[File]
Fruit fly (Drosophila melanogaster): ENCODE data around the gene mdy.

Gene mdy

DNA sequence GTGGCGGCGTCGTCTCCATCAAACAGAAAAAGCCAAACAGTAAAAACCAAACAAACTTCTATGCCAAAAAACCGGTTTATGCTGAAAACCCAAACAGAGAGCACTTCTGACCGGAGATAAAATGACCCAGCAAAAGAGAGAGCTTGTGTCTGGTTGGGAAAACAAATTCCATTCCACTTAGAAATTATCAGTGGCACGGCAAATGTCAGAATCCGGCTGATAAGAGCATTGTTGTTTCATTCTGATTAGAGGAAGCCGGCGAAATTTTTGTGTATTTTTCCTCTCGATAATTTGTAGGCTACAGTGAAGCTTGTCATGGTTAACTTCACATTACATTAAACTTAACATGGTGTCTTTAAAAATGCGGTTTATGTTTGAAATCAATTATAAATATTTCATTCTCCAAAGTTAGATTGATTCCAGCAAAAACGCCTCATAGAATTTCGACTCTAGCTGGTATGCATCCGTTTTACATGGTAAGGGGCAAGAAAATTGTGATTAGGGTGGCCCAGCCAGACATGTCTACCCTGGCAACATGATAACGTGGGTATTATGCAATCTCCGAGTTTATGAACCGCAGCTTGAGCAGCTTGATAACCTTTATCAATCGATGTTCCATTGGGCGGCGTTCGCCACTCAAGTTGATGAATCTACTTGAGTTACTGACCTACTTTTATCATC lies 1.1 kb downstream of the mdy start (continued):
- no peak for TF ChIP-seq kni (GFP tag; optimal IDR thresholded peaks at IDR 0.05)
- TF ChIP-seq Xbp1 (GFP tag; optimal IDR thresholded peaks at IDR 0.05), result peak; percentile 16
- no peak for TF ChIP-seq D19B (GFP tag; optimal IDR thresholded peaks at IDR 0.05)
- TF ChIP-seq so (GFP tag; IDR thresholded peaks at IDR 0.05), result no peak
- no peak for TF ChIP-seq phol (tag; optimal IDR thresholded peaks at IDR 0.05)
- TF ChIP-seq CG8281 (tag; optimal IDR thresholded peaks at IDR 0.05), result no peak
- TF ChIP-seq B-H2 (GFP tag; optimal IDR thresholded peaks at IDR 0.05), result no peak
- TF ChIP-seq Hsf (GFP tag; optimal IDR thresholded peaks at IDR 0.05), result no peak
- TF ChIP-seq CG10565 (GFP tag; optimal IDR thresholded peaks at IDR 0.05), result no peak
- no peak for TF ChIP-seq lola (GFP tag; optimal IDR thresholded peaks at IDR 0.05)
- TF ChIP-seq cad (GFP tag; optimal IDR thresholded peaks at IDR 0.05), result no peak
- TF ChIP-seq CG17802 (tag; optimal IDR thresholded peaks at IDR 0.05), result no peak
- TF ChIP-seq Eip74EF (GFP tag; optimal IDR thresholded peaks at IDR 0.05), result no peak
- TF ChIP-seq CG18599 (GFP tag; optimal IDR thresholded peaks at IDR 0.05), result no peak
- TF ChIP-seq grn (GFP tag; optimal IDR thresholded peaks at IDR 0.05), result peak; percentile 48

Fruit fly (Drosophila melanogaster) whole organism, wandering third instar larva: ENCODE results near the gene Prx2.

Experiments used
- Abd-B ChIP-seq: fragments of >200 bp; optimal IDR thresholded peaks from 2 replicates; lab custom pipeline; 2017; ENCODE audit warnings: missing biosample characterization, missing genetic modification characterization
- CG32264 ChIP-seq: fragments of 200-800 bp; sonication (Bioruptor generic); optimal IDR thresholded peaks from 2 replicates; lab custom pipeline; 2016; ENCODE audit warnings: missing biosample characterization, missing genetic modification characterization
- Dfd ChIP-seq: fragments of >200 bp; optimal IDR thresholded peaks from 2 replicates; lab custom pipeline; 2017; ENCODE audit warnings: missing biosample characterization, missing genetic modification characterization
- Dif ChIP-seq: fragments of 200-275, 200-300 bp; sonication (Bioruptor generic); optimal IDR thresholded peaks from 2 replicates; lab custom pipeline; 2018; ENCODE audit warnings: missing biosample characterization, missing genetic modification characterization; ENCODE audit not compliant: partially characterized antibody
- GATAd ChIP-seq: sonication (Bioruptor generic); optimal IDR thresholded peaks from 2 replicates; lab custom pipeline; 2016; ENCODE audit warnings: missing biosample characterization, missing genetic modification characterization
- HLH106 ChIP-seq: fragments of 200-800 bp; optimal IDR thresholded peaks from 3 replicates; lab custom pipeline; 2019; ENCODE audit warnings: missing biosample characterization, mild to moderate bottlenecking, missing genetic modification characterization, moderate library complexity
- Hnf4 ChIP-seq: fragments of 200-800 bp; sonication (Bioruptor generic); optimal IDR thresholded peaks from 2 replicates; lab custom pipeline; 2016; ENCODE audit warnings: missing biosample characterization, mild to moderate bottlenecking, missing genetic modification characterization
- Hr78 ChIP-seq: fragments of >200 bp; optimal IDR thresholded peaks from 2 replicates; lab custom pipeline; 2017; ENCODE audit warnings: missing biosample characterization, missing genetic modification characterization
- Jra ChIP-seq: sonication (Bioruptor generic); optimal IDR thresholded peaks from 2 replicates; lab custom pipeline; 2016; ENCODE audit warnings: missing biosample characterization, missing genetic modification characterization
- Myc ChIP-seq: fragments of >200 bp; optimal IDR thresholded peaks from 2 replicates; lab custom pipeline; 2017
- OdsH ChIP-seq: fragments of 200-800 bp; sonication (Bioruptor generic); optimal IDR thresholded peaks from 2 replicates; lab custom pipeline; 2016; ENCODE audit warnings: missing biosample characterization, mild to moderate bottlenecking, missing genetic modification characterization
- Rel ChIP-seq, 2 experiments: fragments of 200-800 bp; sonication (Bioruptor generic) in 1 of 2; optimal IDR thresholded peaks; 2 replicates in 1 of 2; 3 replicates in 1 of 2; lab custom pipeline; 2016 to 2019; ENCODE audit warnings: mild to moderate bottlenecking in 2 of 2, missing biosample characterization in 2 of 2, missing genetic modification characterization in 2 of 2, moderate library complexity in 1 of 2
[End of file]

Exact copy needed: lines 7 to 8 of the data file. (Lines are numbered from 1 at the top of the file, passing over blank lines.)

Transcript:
- TF ChIP-seq so (GFP tag; IDR thresholded peaks at IDR 0.05), result no peak
- no peak for TF ChIP-seq phol (tag; optimal IDR thresholded peaks at IDR 0.05)